Nikon D800: Lab Test Results & Comments
The D800 features a large (3.2”) LCD screen with high resolution (921,000 RGB dots) for menu navigation. The LCD screen is fixed and is covered by a transparent cover, which protects it from dust and scratches. For menu navigation the camera uses an eight-way cursor field and setup dials near the shutter release button and on the back of the body. The whole navigation system isn’t as flexible or intuitive as found in the Nikon D4, but it is still very convenient to use. A second shutter release button and setup dial for shots in portrait orientation are also lacking.
The D800 has two slots for memory cards, with both SD/SDHC/SDXC and CompactFlash card compartments. The camera can be set up to use one card for JPEGs and the other card for Raw images, or the user can use the second card as a backup system for the first card, a very flexible arrangement. (The D800 does not make use of the XQD card system, with its extremely fast read/write speeds, as found in the Nikon D4.)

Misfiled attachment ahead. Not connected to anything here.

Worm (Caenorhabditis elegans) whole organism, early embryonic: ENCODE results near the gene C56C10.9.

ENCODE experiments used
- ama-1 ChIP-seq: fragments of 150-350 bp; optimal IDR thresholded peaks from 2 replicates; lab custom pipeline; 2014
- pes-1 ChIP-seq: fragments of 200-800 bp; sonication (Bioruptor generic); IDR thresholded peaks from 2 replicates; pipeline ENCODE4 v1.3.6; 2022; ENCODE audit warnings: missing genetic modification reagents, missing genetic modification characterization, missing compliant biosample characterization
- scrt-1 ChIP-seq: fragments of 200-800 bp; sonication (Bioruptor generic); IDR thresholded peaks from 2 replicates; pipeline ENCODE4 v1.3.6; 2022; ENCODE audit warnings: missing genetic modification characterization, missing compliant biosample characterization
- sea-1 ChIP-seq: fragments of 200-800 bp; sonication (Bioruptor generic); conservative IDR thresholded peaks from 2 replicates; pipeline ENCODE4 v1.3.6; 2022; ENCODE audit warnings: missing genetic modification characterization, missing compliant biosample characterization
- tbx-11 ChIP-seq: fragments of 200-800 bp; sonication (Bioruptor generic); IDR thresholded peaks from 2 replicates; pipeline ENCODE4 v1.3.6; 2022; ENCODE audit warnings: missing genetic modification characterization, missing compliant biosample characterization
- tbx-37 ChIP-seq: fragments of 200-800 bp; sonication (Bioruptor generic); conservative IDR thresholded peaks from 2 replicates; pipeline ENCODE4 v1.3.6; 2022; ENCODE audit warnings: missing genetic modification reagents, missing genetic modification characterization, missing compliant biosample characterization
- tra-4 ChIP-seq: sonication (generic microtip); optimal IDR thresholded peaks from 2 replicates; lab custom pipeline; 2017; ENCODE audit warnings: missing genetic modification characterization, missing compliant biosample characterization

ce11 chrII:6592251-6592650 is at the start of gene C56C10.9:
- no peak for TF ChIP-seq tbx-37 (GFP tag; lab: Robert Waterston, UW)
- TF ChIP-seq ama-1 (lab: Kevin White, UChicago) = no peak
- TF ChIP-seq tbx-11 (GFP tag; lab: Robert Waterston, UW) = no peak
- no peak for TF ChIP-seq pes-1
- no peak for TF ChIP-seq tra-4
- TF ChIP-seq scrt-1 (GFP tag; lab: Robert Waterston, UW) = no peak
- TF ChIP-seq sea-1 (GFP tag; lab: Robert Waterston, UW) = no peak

The camera is more like a successor to the Nikon D700 and offers similar handling. Unlike other professional full-format cameras it offers a built-in flash system with a guide number of 12 (meters), suitable for fill at a distance of between 7 to 10 feet. The D800 is fully compatible with Nikon’s Creative Lighting System and can work with their flash systems like the SB-910.
The camera offers Full HD recording, including uncompressed video output to the HDMI interface. Manual setting of sound recording level, an interface for an external microphone and a headphone will help record better sound quality. What’s missing for video recording is motor zooming and smooth, continuous autofocusing. These are standard problems for SLR systems, currently solved by CSC cameras like the Panasonic GH2. In our opinion the Nikon D800 is a video camera for professional video productions (advertising, music videos) and not for recording home videos or shooting videos during vacation.